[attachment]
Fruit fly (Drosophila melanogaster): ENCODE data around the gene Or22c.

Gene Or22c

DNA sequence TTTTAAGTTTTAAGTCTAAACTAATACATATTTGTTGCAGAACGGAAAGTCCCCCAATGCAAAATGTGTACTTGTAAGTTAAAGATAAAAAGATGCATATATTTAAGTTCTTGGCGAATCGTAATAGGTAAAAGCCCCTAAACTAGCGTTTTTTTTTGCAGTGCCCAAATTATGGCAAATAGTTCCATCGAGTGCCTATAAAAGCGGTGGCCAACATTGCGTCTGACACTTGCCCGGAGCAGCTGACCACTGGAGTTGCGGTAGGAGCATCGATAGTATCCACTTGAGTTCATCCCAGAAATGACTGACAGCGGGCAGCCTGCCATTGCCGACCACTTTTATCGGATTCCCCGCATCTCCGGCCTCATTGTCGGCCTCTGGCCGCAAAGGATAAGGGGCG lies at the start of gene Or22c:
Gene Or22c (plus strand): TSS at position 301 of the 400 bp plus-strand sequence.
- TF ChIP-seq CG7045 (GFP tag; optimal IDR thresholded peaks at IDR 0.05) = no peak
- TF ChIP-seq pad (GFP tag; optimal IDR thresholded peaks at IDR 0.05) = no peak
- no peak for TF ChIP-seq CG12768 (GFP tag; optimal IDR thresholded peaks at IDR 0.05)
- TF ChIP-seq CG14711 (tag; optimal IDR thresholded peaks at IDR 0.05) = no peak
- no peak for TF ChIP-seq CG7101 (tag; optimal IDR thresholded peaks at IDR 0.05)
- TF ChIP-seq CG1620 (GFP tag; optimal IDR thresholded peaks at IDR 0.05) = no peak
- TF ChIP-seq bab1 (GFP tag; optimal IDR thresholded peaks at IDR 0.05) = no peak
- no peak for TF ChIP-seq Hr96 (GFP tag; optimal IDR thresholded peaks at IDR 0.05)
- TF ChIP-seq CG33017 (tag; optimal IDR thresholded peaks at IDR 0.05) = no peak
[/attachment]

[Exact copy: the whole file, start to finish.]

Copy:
Fruit fly (Drosophila melanogaster): ENCODE data around the gene Or22c.

Gene Or22c

DNA sequence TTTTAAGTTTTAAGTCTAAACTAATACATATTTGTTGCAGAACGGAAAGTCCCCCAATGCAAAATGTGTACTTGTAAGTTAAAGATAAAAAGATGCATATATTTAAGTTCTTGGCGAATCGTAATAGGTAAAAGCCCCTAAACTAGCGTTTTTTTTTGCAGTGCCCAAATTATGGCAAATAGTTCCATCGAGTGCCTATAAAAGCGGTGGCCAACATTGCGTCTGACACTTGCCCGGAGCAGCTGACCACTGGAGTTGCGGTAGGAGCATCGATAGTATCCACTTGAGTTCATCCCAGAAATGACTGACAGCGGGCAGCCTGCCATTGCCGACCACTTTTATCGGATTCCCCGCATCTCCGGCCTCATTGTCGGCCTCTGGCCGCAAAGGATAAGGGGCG lies at the start of gene Or22c:
Gene Or22c (plus strand): TSS at position 301 of the 400 bp plus-strand sequence.
- TF ChIP-seq CG7045 (GFP tag; optimal IDR thresholded peaks at IDR 0.05) = no peak
- TF ChIP-seq pad (GFP tag; optimal IDR thresholded peaks at IDR 0.05) = no peak
- no peak for TF ChIP-seq CG12768 (GFP tag; optimal IDR thresholded peaks at IDR 0.05)
- TF ChIP-seq CG14711 (tag; optimal IDR thresholded peaks at IDR 0.05) = no peak
- no peak for TF ChIP-seq CG7101 (tag; optimal IDR thresholded peaks at IDR 0.05)
- TF ChIP-seq CG1620 (GFP tag; optimal IDR thresholded peaks at IDR 0.05) = no peak
- TF ChIP-seq bab1 (GFP tag; optimal IDR thresholded peaks at IDR 0.05) = no peak
- no peak for TF ChIP-seq Hr96 (GFP tag; optimal IDR thresholded peaks at IDR 0.05)
- TF ChIP-seq CG33017 (tag; optimal IDR thresholded peaks at IDR 0.05) = no peak